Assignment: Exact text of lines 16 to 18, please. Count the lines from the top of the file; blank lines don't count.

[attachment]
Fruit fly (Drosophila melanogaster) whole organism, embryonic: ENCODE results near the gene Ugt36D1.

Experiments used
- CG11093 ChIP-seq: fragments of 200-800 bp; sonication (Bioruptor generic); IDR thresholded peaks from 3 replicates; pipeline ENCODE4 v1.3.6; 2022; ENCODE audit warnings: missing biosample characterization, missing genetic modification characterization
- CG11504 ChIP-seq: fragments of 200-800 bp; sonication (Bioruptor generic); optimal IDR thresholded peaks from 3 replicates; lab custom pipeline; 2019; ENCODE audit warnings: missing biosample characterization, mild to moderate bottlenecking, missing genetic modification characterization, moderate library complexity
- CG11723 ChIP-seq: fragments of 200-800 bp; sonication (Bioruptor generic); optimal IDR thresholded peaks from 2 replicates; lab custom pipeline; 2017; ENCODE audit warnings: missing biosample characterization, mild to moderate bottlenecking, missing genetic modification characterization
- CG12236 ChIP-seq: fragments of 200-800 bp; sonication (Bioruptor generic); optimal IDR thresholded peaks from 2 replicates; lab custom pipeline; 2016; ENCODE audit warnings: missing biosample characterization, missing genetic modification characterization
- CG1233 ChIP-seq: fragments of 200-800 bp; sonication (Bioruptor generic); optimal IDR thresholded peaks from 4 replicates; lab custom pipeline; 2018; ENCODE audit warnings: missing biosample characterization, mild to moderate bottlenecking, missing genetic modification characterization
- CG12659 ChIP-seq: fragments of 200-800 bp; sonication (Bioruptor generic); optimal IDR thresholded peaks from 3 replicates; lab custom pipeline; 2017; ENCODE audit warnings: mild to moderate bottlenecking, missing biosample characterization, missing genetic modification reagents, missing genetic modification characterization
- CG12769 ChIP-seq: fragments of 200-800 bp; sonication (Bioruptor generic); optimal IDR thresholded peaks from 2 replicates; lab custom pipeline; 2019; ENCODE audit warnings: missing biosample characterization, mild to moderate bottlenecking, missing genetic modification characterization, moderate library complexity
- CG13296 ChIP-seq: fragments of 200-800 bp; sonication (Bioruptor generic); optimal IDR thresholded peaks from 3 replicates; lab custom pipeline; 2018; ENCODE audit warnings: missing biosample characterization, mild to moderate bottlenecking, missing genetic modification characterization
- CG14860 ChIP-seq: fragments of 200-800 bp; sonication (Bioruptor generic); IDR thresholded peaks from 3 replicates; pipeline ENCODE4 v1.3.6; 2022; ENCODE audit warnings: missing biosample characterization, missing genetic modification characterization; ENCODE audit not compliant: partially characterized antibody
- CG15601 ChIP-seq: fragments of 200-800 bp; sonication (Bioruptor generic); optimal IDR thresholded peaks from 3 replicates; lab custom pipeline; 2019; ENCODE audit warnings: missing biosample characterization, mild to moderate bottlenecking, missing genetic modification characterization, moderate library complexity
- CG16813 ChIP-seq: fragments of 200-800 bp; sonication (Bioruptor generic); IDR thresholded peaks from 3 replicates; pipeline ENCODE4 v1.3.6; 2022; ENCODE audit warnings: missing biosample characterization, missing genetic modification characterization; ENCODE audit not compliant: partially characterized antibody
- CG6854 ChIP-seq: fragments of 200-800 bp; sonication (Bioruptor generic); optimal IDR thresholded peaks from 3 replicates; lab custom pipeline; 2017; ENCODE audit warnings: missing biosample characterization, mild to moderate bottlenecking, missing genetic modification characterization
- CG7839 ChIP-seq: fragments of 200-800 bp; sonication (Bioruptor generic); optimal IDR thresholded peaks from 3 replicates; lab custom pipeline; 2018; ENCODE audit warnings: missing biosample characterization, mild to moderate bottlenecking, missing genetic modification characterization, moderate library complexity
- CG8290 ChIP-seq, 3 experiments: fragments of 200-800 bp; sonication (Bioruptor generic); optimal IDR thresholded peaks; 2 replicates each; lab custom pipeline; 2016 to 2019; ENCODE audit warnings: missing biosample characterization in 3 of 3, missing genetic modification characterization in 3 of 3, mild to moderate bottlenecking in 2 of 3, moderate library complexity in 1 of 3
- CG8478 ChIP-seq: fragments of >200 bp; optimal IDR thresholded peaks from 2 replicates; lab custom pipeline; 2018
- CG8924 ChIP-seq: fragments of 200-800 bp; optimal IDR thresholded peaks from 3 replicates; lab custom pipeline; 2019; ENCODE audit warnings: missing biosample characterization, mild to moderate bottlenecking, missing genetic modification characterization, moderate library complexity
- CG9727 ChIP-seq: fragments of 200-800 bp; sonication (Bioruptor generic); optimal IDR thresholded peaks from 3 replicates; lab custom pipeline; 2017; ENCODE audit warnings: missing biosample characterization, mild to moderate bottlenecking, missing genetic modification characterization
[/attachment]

- CG8290 ChIP-seq, 3 experiments: fragments of 200-800 bp; sonication (Bioruptor generic); optimal IDR thresholded peaks; 2 replicates each; lab custom pipeline; 2016 to 2019; ENCODE audit warnings: missing biosample characterization in 3 of 3, missing genetic modification characterization in 3 of 3, mild to moderate bottlenecking in 2 of 3, moderate library complexity in 1 of 3
- CG8478 ChIP-seq: fragments of >200 bp; optimal IDR thresholded peaks from 2 replicates; lab custom pipeline; 2018
- CG8924 ChIP-seq: fragments of 200-800 bp; optimal IDR thresholded peaks from 3 replicates; lab custom pipeline; 2019; ENCODE audit warnings: missing biosample characterization, mild to moderate bottlenecking, missing genetic modification characterization, moderate library complexity